House Gecko - Hemidactylus frenatus
House Geckos are hardy, inexpensive small lizards which are a fairly easy to maintain in captivity. They are very fast moving which makes them almost impossible to handle. Originally from South East Asia they have been introduced to many other countries around the world, Eastern Africa, New Guinea, Mexico, Madagascar Australia. Due to thier size and hardiness, these reptiles have become invasive species. These are easy pets to maintain and really don't need much care. As stated above they are fast - so if you want a cuddly herp this is not for you - a bearded dragon would fit that need. Other than the fact they are strictly cage animals and when you go to clean the tank you will need to make sure the house gecko does not escape - I would rate this an excellent pet.
DO NOT FEED WILD INSECTS OR INSECTS FOUND AROUND THE HOUSE – THEY MAY CARRY DISEASES THAT COULD BE DEADLY TO YOUR PET
Average Size - Average size 3" but Large adults can reach up to 5"
Life Span - 5+ years with proper care.
Diet - Provide a variety of insects, including crickets, waxworms, butter worms, small mealworms. Another good food are fruitflies - and with a little luck you could raise your own supplymaking the food needs of these pets free. Remember to "gut load" crickets a day before offering to your pet. This can be done by feeding with any of the commercial insect foods available at pet shops. You should also dust crickets or other insects about twice each week with a calcium and vitamin supplement.
Feeding - Feed adults every other day; juveniles daily
Housing - An cage 18" x 2' x 9' will house a small group. A 10 gallon tank is minimum. For decor use branches, driftwood, artificial plants, rocks, cork bark. These herps will hide if given the chance.
Substrate - For substrate use bark chippings and or Sand.You can also use pelleted or mulch-type; geckos may eat their substrate; if they do, switch to something they cannot eat, like paper or cage carpet, or an edible substrate.
Habitat - Thick branches for climbing; decor and an area elevated off of the floor of the habitat for hiding are also recommended; humidity of about 75% should be maintained in the habitat at all times
Temperature - Day time 75 degrees F to 88 degrees F., Night time 65 degrees F. to 70 degrees F. Moderate to high humidity, this can be achieved by regularly misting. We Recommend radiant heat; use an incandescent light or ceramic heater as primary heat source Lighting. Provide fluorescent light for 10 to 12 hours a day; incandescent bulb is needed for basking area if not using a ceramic heater
Water - May not drink from a bowl; misting the tank may be necessary to provide moisture on non-toxic plants and in collecting pools in the tank; a shallow bowl of fresh, chlorine-free water should be available daily for when they do drink or “bathe”
Housing - House adult males separately
Lighting - Provide UVB rays with full spectrum fluorescent light for 10 to 12 hours a day; incandescent bulb is needed for basking area of about eighty-five degrees F and this can be achieved with a clamp lamp using a sixty watt bulb. My house gecko is mainly active at night. The pictures below are my pet.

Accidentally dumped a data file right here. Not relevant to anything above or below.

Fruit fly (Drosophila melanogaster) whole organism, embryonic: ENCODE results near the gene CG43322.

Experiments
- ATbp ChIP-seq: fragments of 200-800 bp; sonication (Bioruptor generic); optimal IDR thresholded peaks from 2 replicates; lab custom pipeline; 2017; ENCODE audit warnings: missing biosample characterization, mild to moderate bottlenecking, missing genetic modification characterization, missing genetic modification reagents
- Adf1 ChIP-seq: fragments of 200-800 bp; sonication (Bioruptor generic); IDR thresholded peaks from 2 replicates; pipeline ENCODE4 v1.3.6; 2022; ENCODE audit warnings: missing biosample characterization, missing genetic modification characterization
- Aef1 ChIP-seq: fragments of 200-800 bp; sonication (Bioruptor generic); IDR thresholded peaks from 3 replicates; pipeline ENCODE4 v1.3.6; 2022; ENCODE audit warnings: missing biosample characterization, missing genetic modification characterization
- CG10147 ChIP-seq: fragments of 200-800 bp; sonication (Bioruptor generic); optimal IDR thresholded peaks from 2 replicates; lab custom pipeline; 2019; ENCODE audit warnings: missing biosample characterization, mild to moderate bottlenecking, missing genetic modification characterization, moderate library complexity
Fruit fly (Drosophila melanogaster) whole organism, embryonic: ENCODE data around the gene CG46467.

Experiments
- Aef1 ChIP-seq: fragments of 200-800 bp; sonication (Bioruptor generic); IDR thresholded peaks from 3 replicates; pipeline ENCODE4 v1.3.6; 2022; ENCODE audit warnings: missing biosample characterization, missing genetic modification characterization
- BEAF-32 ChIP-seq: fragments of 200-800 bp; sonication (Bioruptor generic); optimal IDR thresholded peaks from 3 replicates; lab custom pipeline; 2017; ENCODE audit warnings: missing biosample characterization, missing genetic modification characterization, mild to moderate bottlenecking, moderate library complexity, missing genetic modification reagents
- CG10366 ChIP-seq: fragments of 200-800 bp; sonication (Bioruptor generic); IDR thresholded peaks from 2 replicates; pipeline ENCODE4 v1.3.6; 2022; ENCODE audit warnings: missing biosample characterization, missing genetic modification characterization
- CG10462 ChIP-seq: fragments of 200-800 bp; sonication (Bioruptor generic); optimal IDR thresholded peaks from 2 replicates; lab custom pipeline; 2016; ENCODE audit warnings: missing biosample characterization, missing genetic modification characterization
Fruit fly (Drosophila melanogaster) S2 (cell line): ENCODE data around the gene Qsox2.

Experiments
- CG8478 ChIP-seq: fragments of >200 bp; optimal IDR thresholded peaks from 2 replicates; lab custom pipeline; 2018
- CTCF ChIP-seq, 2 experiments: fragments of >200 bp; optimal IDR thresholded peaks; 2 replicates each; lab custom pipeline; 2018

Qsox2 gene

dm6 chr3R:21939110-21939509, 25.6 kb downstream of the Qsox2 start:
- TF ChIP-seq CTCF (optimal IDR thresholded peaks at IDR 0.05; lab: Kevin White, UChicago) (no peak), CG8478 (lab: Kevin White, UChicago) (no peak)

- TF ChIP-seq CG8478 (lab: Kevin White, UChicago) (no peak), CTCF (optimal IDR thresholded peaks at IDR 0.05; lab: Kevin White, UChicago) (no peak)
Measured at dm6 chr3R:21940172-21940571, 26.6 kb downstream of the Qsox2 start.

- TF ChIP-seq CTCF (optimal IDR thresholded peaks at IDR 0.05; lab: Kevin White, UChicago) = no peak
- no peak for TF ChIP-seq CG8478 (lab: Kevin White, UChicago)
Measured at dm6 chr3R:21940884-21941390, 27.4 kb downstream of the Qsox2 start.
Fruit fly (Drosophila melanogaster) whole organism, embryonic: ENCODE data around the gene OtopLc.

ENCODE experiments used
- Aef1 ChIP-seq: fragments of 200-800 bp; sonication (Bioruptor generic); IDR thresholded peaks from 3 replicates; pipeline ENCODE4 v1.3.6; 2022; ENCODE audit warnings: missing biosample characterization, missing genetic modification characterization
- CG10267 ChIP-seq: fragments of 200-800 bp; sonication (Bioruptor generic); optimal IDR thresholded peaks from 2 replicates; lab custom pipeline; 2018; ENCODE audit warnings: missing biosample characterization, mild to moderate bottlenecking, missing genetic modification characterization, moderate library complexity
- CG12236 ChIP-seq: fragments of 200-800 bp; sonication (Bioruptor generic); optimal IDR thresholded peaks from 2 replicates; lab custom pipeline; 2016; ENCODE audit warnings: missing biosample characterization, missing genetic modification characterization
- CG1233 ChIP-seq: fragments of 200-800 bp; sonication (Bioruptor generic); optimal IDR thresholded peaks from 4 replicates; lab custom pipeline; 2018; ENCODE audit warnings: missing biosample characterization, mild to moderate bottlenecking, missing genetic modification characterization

Normal Behavior and Interaction House geckos are fast moving, making handling difficult; their tail can detach easily, so use extreme care when feeding. Adult males have preanal and femoral pores. The Female lays two hard shelled eggs. Incubation temperature 88f, Eggs hatch between 50-65 days. Hatchlings measure about 2". They are nocturnal and hide during the day
- Habitat with secure lid
- Basking rock and logs
- Humidity gauge
- Book about geckos
- Shallow water bowl
- Vitamin/mineral supplement Non-toxic plants, branches
- Incandescent light or ceramic heater
- Heat source
- Mist bottle
- hide box
Habitat Maintenance Change water and remove feces daily; mist several times a day to maintain humidity
Thoroughly clean the tank at least once a week. Set gecko aside in a secure tank/container. Scrub the tank and furnishings with a 3% bleach solution; rinse thoroughly with water, removing all smell of bleach; add clean substrate
Grooming and Hygiene Always wash your hands before and after touching your gecko or habitat contents to help prevent Salmonella and other infectious diseases
Geckos regularly shed their skin; ensure humidity of habitat to allow proper shedding
Signs of a Healthy Pet:
Common Health Issues and Red Flags:
- Consistent behavior
- Healthy skin
- Clear eyes
- Eats regularly
- Clear nose and vent
- Body and tail are rounded and full
- Mucus in mouth or nose
- Labored breathing
- Paralysis of limbs or tail
- Abnormal feces
- Bumps, sores or abrasions on skin
- Weight loss or decreased appetite
If you notice any of these signs, please contact your exotic animal veterinarian.
As with all pets in this category, it is important that you find a veterinarian that practices in EXOTICS – this is critical. The typical small animal practitioner may not have sufficient knowledge in this area. Even this guide is general in nature and should not be used to diagnose your pet.